Revlon’s development of the Mr. Potato Head principle for human applications had revolutionized the beauty industry, and kits were now available from a number of manufacturers. They could be bought cheaply at Costco and Sam’s Club, but you had to be wary of ones that were made in Pakistan and the Szechwan province of China, for they reportedly caused gangrene. In the mornings, Jerry would shuffle down the stairs and take his place in the greasy diner below his apartment run by the Polish lady. And carrying his breakfast, she would greet him with a different face each time – one day with eyes that were big, round and accentuated by heavy lashes, the next with glistening star-shaped pupils and no irises at all. Her nose might be flat and broad or long and thin, and sometimes it would dangle. Some mornings her ears would be pinned flat to her head, but other times she would accessorize with auricles that fanned the air. “Do you fancy me today?” she’d ask him with a smile, sometimes toothy, sometimes not. “It’s not quite right,” he’d inevitably respond, though her look quite often turned him on. They’d laugh, their flirting done with for the day. And he would polish off his eggs, sausages and toast, read the comics in the Vancouver Sun, and leave a fistful of dollars on the table. Then he’d shuffle off to work at the pickle factory, wondering whether he would recognize any of his friends.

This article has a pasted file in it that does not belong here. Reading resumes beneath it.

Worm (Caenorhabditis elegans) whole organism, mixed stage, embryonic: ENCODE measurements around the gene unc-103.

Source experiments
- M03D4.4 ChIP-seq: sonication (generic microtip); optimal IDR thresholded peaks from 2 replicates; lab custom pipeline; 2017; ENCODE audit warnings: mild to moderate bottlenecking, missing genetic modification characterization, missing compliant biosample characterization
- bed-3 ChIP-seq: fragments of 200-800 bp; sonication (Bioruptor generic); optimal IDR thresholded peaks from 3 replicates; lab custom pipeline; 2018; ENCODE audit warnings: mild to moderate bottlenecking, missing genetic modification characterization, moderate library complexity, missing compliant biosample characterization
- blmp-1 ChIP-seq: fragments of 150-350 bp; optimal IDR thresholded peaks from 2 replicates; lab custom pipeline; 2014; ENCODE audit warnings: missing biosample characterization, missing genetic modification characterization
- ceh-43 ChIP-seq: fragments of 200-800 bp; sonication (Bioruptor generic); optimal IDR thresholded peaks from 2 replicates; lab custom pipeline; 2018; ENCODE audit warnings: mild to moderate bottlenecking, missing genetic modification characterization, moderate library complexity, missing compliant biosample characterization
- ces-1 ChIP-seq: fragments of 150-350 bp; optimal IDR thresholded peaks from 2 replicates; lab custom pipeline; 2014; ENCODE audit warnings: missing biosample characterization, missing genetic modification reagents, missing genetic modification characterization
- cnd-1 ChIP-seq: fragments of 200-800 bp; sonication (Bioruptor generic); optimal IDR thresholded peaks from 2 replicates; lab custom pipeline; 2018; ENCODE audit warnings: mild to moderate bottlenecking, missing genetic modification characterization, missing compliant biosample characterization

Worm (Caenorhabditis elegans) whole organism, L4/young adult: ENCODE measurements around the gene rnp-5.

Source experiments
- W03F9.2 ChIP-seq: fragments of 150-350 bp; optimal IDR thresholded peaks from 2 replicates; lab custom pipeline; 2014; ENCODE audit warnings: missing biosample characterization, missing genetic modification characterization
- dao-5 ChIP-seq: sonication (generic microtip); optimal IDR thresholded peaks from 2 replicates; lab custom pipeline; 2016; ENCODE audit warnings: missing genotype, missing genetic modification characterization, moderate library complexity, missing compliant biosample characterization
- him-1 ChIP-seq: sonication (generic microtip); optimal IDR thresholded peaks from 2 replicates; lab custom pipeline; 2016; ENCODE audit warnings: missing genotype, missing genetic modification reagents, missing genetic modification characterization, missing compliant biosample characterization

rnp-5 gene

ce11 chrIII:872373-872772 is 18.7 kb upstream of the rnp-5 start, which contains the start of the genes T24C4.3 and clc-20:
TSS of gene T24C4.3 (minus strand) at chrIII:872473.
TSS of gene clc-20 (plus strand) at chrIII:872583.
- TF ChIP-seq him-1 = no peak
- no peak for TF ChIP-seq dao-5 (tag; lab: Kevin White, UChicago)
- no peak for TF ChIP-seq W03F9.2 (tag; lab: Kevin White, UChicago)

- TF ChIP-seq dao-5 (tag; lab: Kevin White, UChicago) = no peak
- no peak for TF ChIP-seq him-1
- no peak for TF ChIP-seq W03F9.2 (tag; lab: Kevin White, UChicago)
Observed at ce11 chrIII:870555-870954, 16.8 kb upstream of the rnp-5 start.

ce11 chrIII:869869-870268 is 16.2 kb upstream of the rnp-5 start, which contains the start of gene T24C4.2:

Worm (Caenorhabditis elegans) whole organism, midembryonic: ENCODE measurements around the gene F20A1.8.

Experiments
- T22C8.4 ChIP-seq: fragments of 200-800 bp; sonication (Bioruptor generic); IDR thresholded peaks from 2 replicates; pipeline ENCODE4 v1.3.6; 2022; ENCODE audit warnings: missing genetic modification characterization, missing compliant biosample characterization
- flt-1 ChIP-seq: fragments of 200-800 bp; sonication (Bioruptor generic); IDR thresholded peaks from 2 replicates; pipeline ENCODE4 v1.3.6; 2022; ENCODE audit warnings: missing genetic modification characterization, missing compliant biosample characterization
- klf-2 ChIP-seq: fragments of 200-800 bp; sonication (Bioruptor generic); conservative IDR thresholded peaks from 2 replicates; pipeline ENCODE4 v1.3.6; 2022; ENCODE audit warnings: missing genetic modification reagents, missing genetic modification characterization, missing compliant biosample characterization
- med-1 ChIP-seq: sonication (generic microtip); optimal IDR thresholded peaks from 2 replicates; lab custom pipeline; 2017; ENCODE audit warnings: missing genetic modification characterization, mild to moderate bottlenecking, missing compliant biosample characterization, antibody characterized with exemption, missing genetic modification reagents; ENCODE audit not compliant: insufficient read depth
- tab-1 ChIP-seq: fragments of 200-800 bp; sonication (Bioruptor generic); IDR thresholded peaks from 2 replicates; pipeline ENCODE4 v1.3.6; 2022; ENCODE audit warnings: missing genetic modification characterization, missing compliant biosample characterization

The Potato Head Principle by Bernard Heise
Filed under Bernard Heise
3 responses to “The Potato Head Principle by Bernard Heise”
Wow. Sort of puts plastic surgery to shame; doesn’t it? I never would have seen this one coming from the prompt, but it’s incredibly original and creative – and a little creepy! All things I love. Nice work!
I love your title. With a title like that, you have to read on.
Funny concept carried throughout by humorous descriptions of the morphings – “other times she would accessorize with auricles that fanned the air”.
Wonder if his buddies recognized him.